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DES MOINES, Iowa – A controversial measure that would make most abortions illegal in Iowa after a fetal heartbeat is detected has passed in the Iowa House and Senate.

The House passed the measure late Tuesday night and after debate in the Senate, it was also passed early Wednesday morning.

The debate has been a long time coming and now the bill will head to Gov. Kim Reynolds’ desk for a final signature before it becomes law.

No other state has been able to enact a bill like this.

The Senate passed a ban in February but Republicans struggled to find enough supporters in the House. Lawmakers added in exceptions for rape, incest, and the health of the mother to attract more backers.

The bill also says mothers can’t be criminally prosecuted for having an abortion, but doesn’t contain specific language about doctors.

Members of the House went back and forth for more than nine hours Tuesday before their decision.

“With this bill we make Iowa one of the safest places for the baby in the womb in the entire nation,” said Republican Rep. Sandy Salmon.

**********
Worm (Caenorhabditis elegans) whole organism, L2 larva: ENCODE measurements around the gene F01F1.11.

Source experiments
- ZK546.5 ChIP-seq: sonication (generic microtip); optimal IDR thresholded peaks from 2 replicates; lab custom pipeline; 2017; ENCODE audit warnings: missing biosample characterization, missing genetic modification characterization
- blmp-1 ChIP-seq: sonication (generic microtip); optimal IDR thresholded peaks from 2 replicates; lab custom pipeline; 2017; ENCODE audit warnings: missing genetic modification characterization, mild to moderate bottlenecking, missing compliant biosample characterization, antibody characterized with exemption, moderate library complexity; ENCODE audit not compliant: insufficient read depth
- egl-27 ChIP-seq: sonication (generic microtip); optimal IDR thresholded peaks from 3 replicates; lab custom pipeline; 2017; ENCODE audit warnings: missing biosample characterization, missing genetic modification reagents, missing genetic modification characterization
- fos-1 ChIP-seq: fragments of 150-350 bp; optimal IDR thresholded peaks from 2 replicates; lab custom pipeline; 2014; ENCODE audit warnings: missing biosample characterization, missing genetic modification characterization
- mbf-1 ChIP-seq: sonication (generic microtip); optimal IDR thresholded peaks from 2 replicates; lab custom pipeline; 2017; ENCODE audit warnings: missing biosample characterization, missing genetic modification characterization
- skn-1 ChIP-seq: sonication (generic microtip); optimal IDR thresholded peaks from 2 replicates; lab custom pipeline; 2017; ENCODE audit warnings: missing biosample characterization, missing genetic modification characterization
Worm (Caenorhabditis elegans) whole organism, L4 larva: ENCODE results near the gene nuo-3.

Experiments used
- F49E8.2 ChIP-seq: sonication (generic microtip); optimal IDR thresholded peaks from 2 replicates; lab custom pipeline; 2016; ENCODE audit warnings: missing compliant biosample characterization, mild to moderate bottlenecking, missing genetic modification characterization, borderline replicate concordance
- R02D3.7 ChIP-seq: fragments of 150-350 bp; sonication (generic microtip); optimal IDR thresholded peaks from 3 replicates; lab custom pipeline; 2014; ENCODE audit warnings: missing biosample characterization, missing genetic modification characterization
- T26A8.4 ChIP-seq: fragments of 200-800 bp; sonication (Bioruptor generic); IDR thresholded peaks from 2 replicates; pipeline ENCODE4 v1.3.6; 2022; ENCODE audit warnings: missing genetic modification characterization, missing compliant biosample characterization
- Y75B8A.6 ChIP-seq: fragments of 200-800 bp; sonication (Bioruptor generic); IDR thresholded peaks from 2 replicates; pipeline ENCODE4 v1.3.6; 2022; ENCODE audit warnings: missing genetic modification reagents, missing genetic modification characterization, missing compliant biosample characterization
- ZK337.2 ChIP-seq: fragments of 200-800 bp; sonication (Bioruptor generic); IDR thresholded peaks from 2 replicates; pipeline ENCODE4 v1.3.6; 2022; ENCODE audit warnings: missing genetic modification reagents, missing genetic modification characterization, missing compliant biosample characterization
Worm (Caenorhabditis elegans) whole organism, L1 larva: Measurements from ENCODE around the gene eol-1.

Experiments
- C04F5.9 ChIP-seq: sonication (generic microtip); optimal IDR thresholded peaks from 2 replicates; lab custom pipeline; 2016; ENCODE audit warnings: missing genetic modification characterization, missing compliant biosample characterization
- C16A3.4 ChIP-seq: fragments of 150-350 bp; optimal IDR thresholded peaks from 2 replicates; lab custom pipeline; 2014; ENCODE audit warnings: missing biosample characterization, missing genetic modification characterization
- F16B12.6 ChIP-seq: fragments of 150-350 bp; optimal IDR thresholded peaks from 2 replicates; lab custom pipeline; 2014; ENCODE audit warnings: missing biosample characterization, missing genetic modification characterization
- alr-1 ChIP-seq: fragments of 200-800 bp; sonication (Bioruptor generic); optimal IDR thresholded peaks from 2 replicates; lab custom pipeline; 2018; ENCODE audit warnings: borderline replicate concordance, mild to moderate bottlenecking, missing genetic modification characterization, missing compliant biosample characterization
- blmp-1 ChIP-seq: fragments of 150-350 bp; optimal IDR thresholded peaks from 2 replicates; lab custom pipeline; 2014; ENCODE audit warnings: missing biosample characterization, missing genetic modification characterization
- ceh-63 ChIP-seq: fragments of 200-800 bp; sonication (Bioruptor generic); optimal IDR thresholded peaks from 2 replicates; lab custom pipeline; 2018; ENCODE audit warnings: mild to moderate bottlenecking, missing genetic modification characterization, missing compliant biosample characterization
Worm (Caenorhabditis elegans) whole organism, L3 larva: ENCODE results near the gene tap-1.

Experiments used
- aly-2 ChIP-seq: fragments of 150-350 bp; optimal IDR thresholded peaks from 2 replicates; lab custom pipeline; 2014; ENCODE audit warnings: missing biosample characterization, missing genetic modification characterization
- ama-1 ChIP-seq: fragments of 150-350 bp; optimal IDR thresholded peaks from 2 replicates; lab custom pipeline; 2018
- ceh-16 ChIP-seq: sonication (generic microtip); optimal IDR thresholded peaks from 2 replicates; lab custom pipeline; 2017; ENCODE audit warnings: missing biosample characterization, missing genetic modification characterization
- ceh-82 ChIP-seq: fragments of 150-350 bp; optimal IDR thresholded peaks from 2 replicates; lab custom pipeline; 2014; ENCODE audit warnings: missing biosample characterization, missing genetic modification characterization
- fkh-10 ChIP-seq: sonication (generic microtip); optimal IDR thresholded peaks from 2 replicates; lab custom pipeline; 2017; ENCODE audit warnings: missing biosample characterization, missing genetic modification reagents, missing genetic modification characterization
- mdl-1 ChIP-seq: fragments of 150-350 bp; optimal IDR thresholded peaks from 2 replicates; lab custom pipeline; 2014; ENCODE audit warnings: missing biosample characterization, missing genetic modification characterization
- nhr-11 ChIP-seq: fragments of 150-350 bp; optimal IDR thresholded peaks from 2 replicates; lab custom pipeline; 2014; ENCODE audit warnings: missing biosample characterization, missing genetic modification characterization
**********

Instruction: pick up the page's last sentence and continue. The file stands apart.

Democrat Jo Oldson said, “We have stomped on women`s rights to make their own healthcare decision and in my opinion, it is being used as a bargaining chip to shut the place down.”

Just after 11:00 p.m. the House passed the bill with a vote of 51 to 46.

The Senate then took it up for debate and this is what lawmakers had to say on the floor.

“This bill takes away personal liberty that individual women should have to make their own healthcare decisions. These decisions are private and belong to a woman in consultation with her doctor, her physician, her family and whoever she wants to involve in the decision, but not the government and not the politicians,” said Democrat Sen. Matt Mccoy.

Republican Sen. Rick Bertrand said, “This bill will be the vehicle that will ultimately provide change and provide the opportunity to overturn Roe v. Wade. There’s nothing hidden here about the agenda. You know, today the pro-life movement won a battle, but the war rages on. My Republican colleagues, this is the vote of your career.”

Just before 2:30 a.m. the Senate passed the bill with a vote of 29 to 17. It will now head to the governor’s desk to be signed.

If signed the bill would ban most abortions after a fetal heartbeat is detected. This can be as early as six weeks gestation. Current law bans most abortions after 20 weeks.